Katelyn Emerson

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With her busy concertizing and teaching schedule throughout the United States, Europe, and Asia, Katelyn Emerson is known as both “a star of the first rank, and an ambassador for the organ” (Orgue Canada).  A prizewinner of competitions on three continents, Katelyn’s stellar performances and warm personality garner acclaim from listeners new to classical music and organ aficionados alike.  With innovative programs, custom-made for each instrument, and deeply personal interpretations, Katelyn and the organ are true partners in music-making.


“This is another top-drawer recording from one of our brightest rising stars. Indeed, “rising star” may no longer apply: Katelyn Emerson is already well above the horizon, shining brilliantly. One trusts that a long and unclouded day stretches before her. Inspirations is a joy to listen to, as well as a wonderful study in programming, interpretation, and registration. Artist, instrument, repertoire, and production come together in one 76-minute-long triumph.
Emerson knows how to grab your attention at the very first moment of a piece… With every track on this CD, one knows, immediately, that [she] has something to say, and knows how to say it, and why…
There are no gimmicks, no conceptual agendas to deal with. There is just the music, running joyously…”

The American Organist, June 2020

… Katelyn Emerson has taken the organ world by storm. I do not know anyone, myself included, who has heard her play and has not been impressed…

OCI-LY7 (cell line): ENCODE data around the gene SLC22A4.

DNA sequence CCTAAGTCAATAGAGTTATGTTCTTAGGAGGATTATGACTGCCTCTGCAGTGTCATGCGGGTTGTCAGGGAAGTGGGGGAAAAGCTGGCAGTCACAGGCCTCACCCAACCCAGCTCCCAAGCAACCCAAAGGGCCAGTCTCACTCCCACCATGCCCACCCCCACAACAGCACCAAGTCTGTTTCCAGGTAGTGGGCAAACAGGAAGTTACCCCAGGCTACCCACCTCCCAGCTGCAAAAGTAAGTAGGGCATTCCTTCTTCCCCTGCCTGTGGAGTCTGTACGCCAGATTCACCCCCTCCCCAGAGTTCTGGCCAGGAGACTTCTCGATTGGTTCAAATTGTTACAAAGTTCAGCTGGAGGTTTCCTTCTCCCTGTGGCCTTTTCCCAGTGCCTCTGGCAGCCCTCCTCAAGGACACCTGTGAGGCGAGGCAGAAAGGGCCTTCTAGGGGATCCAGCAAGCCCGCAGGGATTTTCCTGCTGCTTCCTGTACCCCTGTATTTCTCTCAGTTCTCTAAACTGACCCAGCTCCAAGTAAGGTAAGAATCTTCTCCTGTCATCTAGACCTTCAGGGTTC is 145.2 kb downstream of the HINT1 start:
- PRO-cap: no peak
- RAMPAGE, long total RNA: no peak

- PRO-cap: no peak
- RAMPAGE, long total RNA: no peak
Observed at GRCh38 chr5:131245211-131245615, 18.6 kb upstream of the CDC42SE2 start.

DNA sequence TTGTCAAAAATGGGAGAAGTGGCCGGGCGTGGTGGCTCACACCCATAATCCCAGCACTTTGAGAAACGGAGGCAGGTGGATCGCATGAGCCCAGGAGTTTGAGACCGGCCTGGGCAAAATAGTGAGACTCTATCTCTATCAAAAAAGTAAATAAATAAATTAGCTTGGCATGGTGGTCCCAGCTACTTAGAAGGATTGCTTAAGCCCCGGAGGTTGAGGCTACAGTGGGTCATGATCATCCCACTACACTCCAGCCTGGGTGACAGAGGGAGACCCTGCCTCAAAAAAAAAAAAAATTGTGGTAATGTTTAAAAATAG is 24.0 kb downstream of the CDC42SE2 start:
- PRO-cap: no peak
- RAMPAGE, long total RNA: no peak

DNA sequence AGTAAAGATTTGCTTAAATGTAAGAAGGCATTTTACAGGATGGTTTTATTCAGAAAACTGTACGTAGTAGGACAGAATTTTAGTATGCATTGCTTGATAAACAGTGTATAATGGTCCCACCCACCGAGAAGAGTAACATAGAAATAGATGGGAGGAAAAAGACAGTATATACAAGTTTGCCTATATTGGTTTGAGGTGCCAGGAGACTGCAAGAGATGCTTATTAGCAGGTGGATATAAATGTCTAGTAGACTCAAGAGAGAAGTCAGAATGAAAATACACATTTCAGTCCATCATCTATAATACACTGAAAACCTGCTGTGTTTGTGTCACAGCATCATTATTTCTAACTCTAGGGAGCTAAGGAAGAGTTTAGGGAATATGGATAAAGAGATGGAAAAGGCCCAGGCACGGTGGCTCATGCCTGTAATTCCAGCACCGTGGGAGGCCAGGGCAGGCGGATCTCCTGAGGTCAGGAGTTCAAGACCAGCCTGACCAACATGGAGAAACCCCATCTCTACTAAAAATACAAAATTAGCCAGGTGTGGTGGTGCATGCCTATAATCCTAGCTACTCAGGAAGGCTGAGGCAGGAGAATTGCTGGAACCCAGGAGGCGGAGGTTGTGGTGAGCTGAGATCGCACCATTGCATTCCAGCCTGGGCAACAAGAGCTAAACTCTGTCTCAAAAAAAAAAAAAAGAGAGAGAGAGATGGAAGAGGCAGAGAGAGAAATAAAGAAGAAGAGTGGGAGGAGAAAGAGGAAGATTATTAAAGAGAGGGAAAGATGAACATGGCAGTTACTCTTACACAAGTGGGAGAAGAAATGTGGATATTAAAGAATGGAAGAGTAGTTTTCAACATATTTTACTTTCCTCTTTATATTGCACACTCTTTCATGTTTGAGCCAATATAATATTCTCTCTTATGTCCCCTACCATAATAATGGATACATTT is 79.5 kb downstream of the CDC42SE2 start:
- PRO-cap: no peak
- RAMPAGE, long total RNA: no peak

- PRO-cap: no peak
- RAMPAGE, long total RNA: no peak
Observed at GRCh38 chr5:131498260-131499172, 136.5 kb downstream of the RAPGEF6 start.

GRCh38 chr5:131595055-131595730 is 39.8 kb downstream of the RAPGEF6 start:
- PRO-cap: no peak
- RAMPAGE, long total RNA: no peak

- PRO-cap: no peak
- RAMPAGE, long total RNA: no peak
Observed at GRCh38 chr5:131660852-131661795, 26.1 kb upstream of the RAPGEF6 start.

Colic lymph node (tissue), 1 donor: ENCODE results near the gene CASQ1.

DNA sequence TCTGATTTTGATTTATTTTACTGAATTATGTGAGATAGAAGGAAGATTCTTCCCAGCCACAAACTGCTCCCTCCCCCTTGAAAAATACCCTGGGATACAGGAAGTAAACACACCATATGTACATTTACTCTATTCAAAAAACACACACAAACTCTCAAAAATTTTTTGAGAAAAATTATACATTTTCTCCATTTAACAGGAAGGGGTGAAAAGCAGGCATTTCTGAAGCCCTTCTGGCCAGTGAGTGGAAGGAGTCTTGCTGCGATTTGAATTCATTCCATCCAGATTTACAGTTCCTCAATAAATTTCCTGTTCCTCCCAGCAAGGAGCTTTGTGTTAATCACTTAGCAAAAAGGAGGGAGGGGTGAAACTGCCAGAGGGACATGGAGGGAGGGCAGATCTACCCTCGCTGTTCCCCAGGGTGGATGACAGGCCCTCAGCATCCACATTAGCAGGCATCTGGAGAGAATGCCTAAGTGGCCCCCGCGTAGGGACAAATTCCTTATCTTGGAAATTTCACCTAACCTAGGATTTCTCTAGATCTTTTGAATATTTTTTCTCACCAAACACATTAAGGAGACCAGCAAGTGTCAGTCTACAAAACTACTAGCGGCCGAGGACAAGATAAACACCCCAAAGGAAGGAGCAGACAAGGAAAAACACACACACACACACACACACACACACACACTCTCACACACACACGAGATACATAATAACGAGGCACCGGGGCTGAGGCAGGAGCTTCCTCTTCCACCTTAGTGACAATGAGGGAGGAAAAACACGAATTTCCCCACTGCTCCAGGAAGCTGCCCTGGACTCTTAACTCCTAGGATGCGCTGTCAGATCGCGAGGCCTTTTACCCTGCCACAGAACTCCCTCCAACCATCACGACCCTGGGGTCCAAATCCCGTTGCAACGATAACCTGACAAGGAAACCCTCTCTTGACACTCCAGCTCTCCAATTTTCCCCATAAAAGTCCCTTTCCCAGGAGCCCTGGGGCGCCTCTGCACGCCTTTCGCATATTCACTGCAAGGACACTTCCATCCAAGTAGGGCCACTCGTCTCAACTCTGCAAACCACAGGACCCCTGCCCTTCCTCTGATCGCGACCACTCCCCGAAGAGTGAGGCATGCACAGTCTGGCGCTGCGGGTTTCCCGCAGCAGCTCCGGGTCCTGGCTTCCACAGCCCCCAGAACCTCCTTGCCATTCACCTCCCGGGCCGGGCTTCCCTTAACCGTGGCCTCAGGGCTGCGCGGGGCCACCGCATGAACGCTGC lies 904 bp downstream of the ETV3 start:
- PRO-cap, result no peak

…Katelyn Emerson’s program notes in the leaflet… are refreshingly original and interesting.
It ought not come as a surprise that I thoroughly enjoyed and heartily recommend this compact disc.”

The Diapason, June 2019


“The new Fritts organ in First Lutheran Church was officially welcomed… with a far-ranging program impressively played by Katelyn Emerson. Absent any liquid bubbly, there was plenty of musical effervescence to delight a crowd that overflowed into the adjacent space and required more programs to be distributed during intermission.
… Emerson revealed the beauty and versatility of the instrument in compromising works by Vincent Lübeck, J.S. Bach, and Georg Muffat, leavening their serious-mindedness with music by Frank Bridge and Bernardo Pasquini.
The recital ended with J.S. Bach’s imaginative [sic]– and early — Toccata in E, a 1708 work in four sections that gave both organ and organist the opportunity to go out in a burst of musical brilliance.
A long, rousing ovation inspired Emerson to add a brief extra work to the mix. Just in case she had left any sounds unheard, she chose some of the instrument’s more piquant registers for her performance of Jean Langlais’ witty “Thème et variations” from Hommage à Frescobaldi.”

Clevelandclassical.com, August 2019

“Boston’s Historic Park Street Church made a felicitous decision when it chose Katelyn Emerson for the recital celebrating the near completion of the church’s 1960 Aeolian-Skinner’s full restoration… she tailored her selections to the instrument, keeping her pair of stop-pullers busy making myriad changes of combinations to show off as many different tone-colors as possible… Emerson spoke with poise, enthusiasm, and considerable knowledge about both the works played and this organ’s history.